Neil Steinberg

There is a tradition of iconic Chicago writers making books out of their romances with the city. Nelson Algren gave Chicago City on the Make, Studs Terkel Studs Terkel’s Chicago, Ben Hecht Gaily, Gaily. Saul Bellow began The Adventures of Augie March on this note: “I am an American, Chicago born.”

As Neil Steinberg observes in his own new book, Bellow was actually a Canadian, Montreal born—but whatever. Bellow came from Canada at age nine, Steinberg from Ohio as a Northwestern freshman. In You Were Never in Chicago, Steinberg concerns himself with authenticity among Chicagoans whenever and however they arrived. It’s a matter of spirit and perspective. An authentic Chicagoan lives here—and not as an outsider. Also, not as a sucker.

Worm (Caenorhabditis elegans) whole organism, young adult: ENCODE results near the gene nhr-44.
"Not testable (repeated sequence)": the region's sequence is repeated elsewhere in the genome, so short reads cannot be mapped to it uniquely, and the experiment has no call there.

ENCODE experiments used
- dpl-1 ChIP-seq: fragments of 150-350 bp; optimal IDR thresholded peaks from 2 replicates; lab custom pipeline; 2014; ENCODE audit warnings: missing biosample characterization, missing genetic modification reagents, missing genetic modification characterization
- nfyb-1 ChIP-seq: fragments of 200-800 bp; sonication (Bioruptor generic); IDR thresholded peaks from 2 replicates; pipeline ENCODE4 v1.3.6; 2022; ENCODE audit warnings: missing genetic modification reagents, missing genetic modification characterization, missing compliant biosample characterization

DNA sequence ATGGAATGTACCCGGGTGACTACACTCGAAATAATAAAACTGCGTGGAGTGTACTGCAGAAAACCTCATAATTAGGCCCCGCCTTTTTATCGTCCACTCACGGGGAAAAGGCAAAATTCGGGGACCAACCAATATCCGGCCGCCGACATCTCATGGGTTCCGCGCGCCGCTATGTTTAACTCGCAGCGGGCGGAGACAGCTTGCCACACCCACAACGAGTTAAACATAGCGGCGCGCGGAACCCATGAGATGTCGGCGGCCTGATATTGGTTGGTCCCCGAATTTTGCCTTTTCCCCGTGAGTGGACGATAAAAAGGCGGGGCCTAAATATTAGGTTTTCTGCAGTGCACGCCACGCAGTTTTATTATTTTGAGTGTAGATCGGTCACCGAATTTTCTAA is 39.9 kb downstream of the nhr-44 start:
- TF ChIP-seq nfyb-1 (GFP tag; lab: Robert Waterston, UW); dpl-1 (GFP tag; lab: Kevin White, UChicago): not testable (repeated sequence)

Steinberg’s book is about his romance, and although it holds its own with the others as a piece of writing, it varies from them in the nature of the self-image projected by the writer. Steinberg has serious doubts about himself as an icon—he broods that his many years as a Sun-Times columnist have made him at best marginally notable—or even as a writer who deserves the reader’s respect. During most of the time I was reading You Were Never in Chicago I wondered what Steinberg thought he was doing: how could an author seriously celebrate Chicago while feeling so equivocal about himself? I suspected Steinberg of playing a subtle psychological game I hadn’t figured out yet. Maybe his plan was to ultimately repudiate the city he pretended to embrace by giving it to us straight—There’s nothing lovely about a lady with a broken nose. And that’s why I moved to the suburbs!